By Bushra Shakhshir and Marina Depetris
GENEVA (Reuters) – U.N.-mediated Yemen peace talks hung in the balance as the government delegation warned that it would leave on Friday if representatives of the Houthi movement had not shown up.
The United Nations announced on Thursday night that U.N. Special Envoy for Yemen Martin Griffiths was not expected to hold any talks at its Geneva offices on Friday.
Two sources in the government delegation told Reuters that they had given the international envoy additional time to noon on Friday to persuade the Houthis to come to the Swiss city.
“By 12 pm if the Houthis don’t leave Sanaa, I think the government delegation will decide to leave (Geneva),” said one.
A Saudi-led coalition intervened in Yemen’s war against the Iranian-allied Houthis in 2015 to restore President Abd-Rabbu Mansour Hadi’s internationally recognised government. Subsequent peace talks flopped.
Since then the humanitarian situation has worsened sharply, putting 8.4 million people on the brink of starvation and ruining the already weak economy.
U.N. Special Envoy Griffiths said in an earlier statement that he had discussed confidence-building measures with Yemen’s foreign minister Khaled al-Yamani. The government delegation later met with Arab ambassadors who urged patience, a delegation source said.
“Today should have been the first day of our consultation. We are here, the Houthis are not accepting to come … We think that they are committing a huge mistake by not engaging seriously in these peace talks,” Yamani told reporters.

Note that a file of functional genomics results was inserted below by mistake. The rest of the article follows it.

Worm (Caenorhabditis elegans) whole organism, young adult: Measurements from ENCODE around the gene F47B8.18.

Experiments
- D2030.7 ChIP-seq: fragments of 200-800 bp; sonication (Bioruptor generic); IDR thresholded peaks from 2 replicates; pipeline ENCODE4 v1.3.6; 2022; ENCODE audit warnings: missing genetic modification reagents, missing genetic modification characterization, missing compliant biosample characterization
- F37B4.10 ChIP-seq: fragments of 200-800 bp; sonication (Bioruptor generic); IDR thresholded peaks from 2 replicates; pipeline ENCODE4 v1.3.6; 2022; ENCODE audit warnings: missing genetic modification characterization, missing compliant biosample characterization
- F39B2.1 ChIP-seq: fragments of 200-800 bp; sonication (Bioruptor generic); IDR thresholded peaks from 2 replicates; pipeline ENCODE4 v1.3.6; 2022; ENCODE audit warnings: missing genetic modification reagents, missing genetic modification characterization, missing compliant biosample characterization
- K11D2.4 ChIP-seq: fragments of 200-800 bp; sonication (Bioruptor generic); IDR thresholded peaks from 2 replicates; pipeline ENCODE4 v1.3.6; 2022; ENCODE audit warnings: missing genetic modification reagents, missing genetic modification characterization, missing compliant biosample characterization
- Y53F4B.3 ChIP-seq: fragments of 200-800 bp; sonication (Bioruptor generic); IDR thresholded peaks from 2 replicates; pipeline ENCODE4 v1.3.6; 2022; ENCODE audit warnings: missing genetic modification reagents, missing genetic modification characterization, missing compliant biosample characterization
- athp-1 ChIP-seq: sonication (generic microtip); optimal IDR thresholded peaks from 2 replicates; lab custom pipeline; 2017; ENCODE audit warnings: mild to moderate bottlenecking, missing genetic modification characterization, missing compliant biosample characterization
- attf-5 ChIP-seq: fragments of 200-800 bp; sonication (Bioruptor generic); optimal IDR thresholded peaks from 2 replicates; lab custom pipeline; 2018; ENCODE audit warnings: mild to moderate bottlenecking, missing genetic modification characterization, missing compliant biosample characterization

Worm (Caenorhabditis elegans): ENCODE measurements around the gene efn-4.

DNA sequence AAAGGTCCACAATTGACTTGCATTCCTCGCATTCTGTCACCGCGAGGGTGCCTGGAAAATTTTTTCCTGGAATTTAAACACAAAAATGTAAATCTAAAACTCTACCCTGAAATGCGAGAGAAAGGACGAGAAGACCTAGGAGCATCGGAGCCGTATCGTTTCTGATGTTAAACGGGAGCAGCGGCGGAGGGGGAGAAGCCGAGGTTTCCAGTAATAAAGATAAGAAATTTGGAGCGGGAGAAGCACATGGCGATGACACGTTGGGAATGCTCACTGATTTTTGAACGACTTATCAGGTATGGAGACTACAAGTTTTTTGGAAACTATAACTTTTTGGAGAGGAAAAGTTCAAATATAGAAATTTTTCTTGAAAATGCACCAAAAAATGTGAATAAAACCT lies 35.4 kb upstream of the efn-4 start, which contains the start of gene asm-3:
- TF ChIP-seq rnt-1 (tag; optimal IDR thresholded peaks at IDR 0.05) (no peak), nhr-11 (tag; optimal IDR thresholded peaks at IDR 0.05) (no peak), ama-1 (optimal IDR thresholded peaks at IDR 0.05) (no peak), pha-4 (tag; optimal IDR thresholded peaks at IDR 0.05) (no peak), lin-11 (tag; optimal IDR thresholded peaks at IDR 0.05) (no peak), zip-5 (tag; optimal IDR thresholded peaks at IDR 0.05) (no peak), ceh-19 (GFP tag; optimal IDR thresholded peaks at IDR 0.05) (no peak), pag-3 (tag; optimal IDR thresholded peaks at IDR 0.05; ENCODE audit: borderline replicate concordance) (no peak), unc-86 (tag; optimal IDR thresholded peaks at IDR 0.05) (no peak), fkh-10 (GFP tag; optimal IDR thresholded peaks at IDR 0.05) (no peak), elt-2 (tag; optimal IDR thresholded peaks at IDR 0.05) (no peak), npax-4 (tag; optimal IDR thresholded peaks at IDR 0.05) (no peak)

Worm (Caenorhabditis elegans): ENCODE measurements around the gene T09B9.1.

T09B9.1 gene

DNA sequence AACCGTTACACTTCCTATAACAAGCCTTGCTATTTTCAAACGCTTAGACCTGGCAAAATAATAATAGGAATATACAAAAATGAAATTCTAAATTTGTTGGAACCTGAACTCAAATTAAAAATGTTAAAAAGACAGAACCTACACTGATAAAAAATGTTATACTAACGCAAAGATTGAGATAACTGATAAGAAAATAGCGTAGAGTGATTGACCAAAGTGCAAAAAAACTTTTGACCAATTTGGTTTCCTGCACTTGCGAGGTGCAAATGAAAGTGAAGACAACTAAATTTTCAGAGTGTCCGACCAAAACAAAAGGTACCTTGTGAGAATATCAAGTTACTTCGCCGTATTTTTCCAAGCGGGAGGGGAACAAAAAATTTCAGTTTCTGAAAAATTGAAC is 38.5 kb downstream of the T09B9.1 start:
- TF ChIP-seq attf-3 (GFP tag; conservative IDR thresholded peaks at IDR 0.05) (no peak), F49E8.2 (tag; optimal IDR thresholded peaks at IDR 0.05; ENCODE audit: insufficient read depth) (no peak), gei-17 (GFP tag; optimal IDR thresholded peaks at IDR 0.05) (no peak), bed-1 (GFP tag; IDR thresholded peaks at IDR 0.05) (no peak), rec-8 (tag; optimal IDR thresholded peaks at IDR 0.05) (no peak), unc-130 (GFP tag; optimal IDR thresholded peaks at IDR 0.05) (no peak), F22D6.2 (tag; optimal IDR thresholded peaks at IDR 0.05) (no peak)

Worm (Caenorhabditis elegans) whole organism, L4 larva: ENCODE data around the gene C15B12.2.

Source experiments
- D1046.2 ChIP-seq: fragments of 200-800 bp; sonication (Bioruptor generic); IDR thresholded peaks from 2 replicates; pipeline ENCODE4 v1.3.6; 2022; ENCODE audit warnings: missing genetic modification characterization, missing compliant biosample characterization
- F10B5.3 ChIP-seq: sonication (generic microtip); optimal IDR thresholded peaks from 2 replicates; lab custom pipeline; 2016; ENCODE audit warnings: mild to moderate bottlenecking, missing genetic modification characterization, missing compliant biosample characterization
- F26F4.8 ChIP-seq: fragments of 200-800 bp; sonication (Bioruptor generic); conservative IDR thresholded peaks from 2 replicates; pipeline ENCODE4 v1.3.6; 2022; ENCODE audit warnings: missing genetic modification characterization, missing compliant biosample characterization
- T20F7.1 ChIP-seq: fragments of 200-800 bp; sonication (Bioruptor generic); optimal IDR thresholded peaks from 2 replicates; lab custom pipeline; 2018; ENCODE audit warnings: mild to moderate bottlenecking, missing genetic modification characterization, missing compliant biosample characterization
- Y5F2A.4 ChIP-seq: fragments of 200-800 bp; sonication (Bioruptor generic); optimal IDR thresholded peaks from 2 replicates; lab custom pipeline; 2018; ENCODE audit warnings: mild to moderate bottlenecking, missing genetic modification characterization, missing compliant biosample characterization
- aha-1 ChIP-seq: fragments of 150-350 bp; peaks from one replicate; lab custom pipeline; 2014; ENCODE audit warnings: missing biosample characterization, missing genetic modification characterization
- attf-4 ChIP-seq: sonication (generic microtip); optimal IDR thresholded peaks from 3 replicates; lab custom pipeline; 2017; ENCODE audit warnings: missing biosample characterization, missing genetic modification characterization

“We are not here indefinitely, we will not stay until the end of these consultations, we just wanted to prove to the Special Envoy that we are engaging. Tomorrow, in a few hours, we will take a decision on should we continue to stay in Geneva or should we withdraw,” he added.
Yamani said the Hadi government – which is backed by the coalition carring out air strikes on the country – was serious about pursuing peace. It was not giving an ultimatum to the Houthis, whom he described as divided between hardliners and moderates.
Griffiths called for the Houthis to attend the talks, aimed at relaunching peace negotiations after nearly three years.
He conceded there were “challenges” in bringing the parties together, but still wanted to see the delegation from the Houthi-held capital of Sanaa arrive.
The world body wants the government and the Houthi movement to work towards a deal to end the war, remove foreign forces from Yemen, and establish a national unity government.
An inclusive political solution is required to end the conflict in Yemen, where people live in dire humanitarian, economic and security conditions, Griffiths said.
The Houthi movement’s al-Masirah TV reported on Wednesday that the coalition had prevented the Houthi delegation from flying from Sanaa to Geneva. The Houthis have accused the U.N. of not keeping a promise to transport wounded on the flight.
On Thursday, a source from Sanaa airport said there was no plane there yet for the Houthi delegation.
Hamza al-Kamali, Yemeni deputy minister for youth, told reporters in Geneva earlier on Thursday that the flight clearance had been given three days ago.
Saudi Arabia’s air defence forces intercepted and destroyed a ballistic missile fired by the Houthis in the southern city of Najran, wounding 26 people with shrapnel, Saudi civil defence said on Wednesday.
(Additional reporting by Mohammed Ghobari in Aden and Abdulrahman al-Ansi in Sanaa; writing by Stephanie Nebehay; editing by William Maclean and Toby Chopra)